The true story of eighteenth-century mathematician Sophie Germain, who solved the unsolvable to achieve her dream.
When her parents took away her candles to keep their young daughter from studying math...nothing stopped Sophie. When a professor discovered that the homework sent to him under a male pen name came from a woman...nothing stopped Sophie. And when she tackled a math problem that male scholars said would be impossible to solve...still, nothing stopped Sophie.
For six years Sophie Germain used her love of math and her undeniable determination to test equations that would predict patterns of vibrations. She eventually became the first woman to win a grand prize from France's prestigious Academy of Sciences for her formula, which laid the groundwork for much of modern architecture (and can be seen in the book's illustrations).
Award-winning author Cheryl Bardoe's inspiring and poetic text is brought to life by acclaimed artist Barbara McClintock's intricate pen-and-ink, watercolor, and collage illustrations in this true story about a woman who let nothing stop her.
About the Author
Cheryl Bardoe is the author of Gregor Mendel: The Friar Who Grew Peas, an Orbis Pictus Honor Book, an ALA Notable book, and an IRA Notable book; Mammoths and Mastodons: Titans of the Ice Age, an Orbis Pictus Honor Book, a Bank Street Best Children's Books selection, and a Junior Library Guild selection; and The Ugly Duckling Dino. She lives in Chicago with her family.
Barbara McClintock has illustrated over forty books for children including My Grandfather's Coat, The Gingerbread Man, and her own highly acclaimed Adv®le and Simon series. Her books have been honored five times as New York Times Best Illustrated Children's Books, among many other awards, citations, and starred reviews. She lives in Connecticut with her husband, the artist David Johnson.
A Bank Street College Best Children's Book of 2018
An Amelia Bloomer List Selection 2019
A National Science Teachers Association (NSTA) and Children's Book Council (CBC) Outstanding Science Trade Book for Students K-12 A National Science Teachers Association (NSTA) Best STEM Book A National Council of Teachers of English (NCTE) Orbis Pictus Recommended Book
CCBC Choices 2019
A Notable Social Studies Trade Books for Young People Selection 2019
2019 Mathical Award Winner, Grades K-2 A Booklinks Lasting Connections Pick An Evanston Public Library Best Book for Kids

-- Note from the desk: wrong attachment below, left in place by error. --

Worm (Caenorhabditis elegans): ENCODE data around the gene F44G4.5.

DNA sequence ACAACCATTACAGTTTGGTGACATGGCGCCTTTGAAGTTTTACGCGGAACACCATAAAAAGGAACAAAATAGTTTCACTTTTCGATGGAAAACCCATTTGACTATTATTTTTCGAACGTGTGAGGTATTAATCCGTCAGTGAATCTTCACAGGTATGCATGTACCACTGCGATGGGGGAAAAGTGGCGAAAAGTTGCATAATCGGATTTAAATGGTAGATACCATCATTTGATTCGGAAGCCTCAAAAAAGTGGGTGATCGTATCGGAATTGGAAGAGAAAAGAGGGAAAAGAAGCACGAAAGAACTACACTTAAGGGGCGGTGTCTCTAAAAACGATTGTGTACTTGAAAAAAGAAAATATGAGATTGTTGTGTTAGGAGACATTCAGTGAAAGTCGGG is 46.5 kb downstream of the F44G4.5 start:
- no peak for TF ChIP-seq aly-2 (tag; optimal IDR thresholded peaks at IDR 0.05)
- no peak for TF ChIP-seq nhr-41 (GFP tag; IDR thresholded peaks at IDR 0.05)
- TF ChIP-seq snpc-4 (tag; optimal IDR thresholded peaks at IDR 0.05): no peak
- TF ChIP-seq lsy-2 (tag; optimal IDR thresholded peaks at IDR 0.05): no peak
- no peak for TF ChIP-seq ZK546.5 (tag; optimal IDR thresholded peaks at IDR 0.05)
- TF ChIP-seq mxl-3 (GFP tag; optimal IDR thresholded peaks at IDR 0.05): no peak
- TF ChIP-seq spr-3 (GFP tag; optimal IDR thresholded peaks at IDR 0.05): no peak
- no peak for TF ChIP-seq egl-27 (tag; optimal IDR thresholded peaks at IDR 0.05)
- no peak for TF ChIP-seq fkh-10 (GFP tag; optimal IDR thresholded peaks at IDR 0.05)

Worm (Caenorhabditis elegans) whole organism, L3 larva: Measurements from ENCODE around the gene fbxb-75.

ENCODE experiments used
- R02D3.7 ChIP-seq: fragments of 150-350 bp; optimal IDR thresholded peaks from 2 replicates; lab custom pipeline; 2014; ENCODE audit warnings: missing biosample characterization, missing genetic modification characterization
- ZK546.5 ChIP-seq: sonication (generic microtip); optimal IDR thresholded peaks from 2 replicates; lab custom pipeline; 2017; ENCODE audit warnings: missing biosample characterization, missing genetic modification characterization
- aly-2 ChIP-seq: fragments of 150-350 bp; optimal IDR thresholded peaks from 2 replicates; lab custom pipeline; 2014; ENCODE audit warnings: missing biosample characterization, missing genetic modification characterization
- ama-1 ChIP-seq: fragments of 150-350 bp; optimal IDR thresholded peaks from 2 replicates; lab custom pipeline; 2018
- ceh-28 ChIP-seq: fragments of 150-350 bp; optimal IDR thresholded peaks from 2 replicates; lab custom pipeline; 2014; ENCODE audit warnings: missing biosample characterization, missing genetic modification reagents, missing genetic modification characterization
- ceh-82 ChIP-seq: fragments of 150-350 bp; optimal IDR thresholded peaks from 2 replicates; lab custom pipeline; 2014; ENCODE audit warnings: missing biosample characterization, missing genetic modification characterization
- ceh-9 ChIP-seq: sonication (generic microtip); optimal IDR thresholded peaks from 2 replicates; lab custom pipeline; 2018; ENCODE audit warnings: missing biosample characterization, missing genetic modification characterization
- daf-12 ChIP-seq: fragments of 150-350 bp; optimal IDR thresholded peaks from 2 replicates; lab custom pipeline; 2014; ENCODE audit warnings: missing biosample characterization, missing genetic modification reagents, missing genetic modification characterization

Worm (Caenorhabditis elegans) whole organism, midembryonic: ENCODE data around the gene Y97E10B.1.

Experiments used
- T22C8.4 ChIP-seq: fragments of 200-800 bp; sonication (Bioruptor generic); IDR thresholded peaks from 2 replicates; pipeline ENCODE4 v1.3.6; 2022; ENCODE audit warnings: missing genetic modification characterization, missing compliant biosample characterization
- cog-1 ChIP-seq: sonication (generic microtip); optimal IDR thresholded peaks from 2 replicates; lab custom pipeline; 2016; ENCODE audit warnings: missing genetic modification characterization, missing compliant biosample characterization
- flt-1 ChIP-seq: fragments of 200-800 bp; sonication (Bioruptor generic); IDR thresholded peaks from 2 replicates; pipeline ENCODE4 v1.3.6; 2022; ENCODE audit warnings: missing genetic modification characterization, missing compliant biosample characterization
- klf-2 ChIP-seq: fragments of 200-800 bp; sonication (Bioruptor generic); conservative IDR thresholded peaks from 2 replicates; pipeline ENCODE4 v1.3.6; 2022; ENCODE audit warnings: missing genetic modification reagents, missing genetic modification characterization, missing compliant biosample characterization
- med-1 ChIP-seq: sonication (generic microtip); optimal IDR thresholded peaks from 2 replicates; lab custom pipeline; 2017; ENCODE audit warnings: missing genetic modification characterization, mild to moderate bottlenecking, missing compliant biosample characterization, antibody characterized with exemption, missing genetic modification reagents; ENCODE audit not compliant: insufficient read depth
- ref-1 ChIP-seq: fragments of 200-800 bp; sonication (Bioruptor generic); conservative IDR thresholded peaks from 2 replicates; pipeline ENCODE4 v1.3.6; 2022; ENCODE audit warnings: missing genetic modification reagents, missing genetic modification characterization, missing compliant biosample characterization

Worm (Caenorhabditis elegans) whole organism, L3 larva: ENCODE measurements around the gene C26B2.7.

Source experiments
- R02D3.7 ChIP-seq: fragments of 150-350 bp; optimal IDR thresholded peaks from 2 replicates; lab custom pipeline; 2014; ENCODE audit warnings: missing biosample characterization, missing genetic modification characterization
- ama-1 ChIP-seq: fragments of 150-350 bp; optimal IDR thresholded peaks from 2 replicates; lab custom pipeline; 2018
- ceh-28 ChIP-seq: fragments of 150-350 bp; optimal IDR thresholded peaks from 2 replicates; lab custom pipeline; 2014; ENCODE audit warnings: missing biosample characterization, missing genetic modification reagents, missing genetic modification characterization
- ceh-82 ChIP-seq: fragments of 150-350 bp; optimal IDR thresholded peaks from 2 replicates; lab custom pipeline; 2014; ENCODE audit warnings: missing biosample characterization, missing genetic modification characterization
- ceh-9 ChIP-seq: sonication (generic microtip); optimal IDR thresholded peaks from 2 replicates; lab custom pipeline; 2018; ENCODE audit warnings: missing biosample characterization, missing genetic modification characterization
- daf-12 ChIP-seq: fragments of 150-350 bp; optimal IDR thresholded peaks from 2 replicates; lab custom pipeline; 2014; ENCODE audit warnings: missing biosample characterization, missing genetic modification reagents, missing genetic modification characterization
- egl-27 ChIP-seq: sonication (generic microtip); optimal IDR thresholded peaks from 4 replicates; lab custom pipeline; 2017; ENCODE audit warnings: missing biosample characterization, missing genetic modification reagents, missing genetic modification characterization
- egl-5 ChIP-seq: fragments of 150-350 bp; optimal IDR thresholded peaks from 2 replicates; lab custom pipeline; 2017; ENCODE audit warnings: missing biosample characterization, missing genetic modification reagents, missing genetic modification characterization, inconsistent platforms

"Masterly... a superb picture book biography." —The Wall Street Journal
"Refreshingly, Sophie Germain's story not only reminds us of the importance of perseverance, it recalls a time when discoveries were often made by hard-working amateurs--for the fun of it."—The New York Times
* "The artwork...is truly a sight to behold.... A highly recommended choice." —School Library Journal, starred review
* "A compelling biography...a lesson in perseverance.... A highly recommended addition to the growing number of books about women who have made significant contributions to knowledge." —School Library Connection, starred review
"Bardoe writes with precision and expert pacing.... [And] what McClintock accomplishes here is also a thing of wonder.... It's a remarkable story in an elegantly packaged piece of nonfiction.... Truly inspiring."—Julie Danielson, 7 Impossible Things
"Bardoe and McClintock have...gone into new territory, tried new artistic techniques, and brought to life ideas that until now have never been displayed in this way in a biography for kids.... I love this book." —Elizabeth Bird, A Fuse #8 Production
"This portrait of a quiet heroine is elegant, striking, and sure to inspire." —Kirkus Reviews
"Graceful and lyrical...an inspiring portrait of the plucky, self-taught mathematician." —The Horn Book
"Bardoe's text is concise and clear, right down to kid-tailored explanations of Sophie's mathematical pursuits. McClintock's line and watercolor scenes are an engaging meld of literal scene-setting and whimsical mathematical symbolism."—BCCB
"Engaging.... Inspiring." —Booklist
"McClintock's scenes of 18th-century France are infused with a golden glow; numbers loom along city streets and burst from Germain's quill pen. Bardoe concludes this warm biography by emphasizing how later mathematicians built upon Germain's work." —Publishers Weekly